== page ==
Adam Elsheimer (Frankfurt am Main 1578 – Rome 1610)
This is one of a set of small religious scenes at Petworth, comprising of eight subjects. Originally there may have been additional figures, including, it is generally supposed, a Saint Lawrence (Fabre Museum, Montpellier) and a Sacrifice of Isaac. The same series of ten subjects is repeated in copies, in the style of Cornelis van Poelenburgh (Palazzo Pitti, Florence). The original purpose of these pictures may have been the decoration of a piece of furniture. A set of paintings similar in composition but of mediocre standard, is used for the purpose of embellishing the drawers of a Dutch 17th century cabinet at Penshurst. The Petworth pictures were bought by the 10th Earl of Northumberland in 1645, from the famous collection of the 1st Duke of Buckingham, and were placed in individual Rococo frames by Joseph Duffour in 1752. Elsheimer was a great friend of Rubens, and also influenced him stylistically.
Oil painting on silvered copper, Saint Peter by Adam Elsheimer (Frankfurt am Main 1578 – Rome 1610). One of eight small paintings by Adam Elsheimer. Saint Peter, is shown full-length, turned slightly to the left and facing. He is barefoot and wearing a white robe over a blue dress and holding aloft two keys in his right hand, his attribute as entrance keeper to heaven. The background is of a woodland landscape with a cloudy sky to the left.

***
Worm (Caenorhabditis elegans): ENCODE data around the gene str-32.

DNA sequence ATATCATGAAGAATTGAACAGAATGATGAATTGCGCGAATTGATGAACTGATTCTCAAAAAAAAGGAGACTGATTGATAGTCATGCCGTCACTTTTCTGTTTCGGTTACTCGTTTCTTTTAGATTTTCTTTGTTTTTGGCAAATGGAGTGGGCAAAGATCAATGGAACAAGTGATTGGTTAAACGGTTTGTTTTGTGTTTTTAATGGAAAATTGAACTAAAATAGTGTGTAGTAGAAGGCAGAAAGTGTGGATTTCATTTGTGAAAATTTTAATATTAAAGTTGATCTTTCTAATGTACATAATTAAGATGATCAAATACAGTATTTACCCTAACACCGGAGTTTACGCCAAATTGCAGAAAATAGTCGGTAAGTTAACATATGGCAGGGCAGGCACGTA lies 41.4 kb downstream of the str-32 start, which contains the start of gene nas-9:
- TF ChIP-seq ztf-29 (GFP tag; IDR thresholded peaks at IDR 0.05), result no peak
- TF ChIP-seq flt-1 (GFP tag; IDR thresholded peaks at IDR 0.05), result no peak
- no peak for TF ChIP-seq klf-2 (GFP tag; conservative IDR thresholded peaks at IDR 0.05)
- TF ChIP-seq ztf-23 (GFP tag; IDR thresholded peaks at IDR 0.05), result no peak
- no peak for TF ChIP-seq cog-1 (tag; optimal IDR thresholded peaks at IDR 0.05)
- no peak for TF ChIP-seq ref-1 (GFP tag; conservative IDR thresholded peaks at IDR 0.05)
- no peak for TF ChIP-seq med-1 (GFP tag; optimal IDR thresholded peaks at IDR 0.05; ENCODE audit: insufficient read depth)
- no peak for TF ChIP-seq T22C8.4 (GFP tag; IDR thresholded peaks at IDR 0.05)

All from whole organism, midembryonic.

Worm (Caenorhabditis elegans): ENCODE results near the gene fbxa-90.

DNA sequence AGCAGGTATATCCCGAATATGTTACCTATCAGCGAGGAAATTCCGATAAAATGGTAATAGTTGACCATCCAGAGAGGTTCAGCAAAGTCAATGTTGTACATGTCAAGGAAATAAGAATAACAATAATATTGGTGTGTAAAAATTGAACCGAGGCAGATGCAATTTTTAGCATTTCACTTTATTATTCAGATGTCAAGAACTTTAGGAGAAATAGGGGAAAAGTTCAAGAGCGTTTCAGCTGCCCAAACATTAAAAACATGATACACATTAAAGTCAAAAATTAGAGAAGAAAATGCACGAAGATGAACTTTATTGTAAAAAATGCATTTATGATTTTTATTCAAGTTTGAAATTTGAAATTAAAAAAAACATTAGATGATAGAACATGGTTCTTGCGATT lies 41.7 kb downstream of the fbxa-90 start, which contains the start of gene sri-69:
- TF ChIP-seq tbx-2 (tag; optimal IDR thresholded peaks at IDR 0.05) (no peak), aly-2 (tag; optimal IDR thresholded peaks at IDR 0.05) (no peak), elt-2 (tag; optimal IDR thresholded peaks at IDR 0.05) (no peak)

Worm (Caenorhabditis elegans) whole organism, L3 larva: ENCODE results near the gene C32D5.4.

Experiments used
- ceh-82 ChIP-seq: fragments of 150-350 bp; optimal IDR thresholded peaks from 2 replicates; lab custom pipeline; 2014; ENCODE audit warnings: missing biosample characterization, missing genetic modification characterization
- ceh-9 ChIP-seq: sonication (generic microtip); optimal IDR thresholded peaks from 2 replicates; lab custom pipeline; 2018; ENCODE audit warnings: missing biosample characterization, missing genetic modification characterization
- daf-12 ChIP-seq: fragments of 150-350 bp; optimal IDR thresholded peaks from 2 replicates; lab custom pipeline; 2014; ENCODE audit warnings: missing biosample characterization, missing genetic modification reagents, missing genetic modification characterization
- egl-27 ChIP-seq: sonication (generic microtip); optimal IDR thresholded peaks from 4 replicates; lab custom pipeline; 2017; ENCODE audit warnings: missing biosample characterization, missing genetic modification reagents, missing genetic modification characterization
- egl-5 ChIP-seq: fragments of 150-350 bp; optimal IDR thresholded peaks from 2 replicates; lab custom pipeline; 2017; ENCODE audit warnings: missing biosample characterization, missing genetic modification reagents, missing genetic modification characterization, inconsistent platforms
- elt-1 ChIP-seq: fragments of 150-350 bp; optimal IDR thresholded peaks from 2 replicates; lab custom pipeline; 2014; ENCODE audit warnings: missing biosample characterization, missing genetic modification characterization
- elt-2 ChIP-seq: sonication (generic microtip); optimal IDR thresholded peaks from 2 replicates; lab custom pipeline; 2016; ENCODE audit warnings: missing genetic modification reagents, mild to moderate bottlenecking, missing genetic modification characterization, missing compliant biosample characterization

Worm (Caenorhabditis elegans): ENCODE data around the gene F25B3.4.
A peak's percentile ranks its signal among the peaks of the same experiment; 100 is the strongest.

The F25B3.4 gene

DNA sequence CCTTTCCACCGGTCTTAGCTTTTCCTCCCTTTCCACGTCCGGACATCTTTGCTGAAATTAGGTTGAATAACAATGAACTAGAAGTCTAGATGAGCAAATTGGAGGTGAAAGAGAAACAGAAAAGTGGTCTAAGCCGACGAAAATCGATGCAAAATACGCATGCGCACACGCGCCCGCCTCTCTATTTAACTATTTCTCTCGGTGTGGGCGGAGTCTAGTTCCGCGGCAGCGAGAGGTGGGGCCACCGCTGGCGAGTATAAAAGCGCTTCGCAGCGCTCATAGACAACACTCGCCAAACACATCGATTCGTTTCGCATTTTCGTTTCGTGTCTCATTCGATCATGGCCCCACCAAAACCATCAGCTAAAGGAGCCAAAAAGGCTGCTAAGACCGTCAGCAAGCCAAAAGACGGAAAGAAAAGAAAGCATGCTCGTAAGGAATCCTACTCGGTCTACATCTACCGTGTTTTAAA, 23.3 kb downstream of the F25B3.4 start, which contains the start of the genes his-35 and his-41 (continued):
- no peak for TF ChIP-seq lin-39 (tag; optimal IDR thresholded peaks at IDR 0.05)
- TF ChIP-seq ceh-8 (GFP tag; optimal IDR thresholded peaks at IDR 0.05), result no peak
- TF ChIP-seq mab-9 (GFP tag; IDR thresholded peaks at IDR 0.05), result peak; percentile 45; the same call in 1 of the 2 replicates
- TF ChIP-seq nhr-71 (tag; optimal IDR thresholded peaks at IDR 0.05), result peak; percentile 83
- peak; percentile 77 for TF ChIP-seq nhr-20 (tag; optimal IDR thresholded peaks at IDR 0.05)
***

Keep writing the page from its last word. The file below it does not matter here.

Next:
First recorded as being in the collection of the 1st Duke of Buckingham (1592-1628) at York House at his death in 1635. York House was subsequently rented by the 10th Earl of Northumberland who made a deal with Parliament to have some of the compensation owed to him in reimbursement for his losses during the Civil War indicating that he would be prepared to accept 'some of the smaller Pictures in consideration of that money'. The Elseimers were the greatest prize, valued at £250, and were at Northumberland House on 30 June 1671.Thence passed by marriage in 1682 of Lady Elizabeth Percy (the Percy heiress) to the 6th Duke of Somerset (1662-1748) then to the 7th Duke of Somerset (1684-1750). Thence to his nephew, Charles Wyndham, 2nd Earl of Egremont (1710-1763) on the division of the collection between him and the 7th Duke's son-in-law, Sir Hugh Smithson, later 1st Duke of Northumberland (1714-1776). At Egremont House in Piccadilly in 1764, and at Petworth in 1799. Thence by descent, until the death in 1952 of the 3rd Lord Leconfield, who had given Petworth to the National Trust in 1947, and whose nephew and heir, John Wyndham, 6th Lord Leconfield and 1st Lord Egremont (1920-72) arranged for the acceptance of the major portion of the collections at Petworth in lieu of death duties (the first ever such arrangement) in 1956 by H.M.Treasury.
Petworth House, The Egremont Collection (acquired in lieu of tax by HM Treasury in 1956 and subsequently transferred to the National Trust)
Makers and roles
Adam Elsheimer (Frankfurt am Main 1578 – Rome 1610), artist
In Trust for the Nation, National Gallery, London, 1995 - 1996, no.59e
Remastered - Bosch to Bellotto: An Exhibition of Petworth's European Old Masters (exh cat) (Andrew Loukes) Petworth House, West Sussex, 9 January - 6 March 2016, cat. 11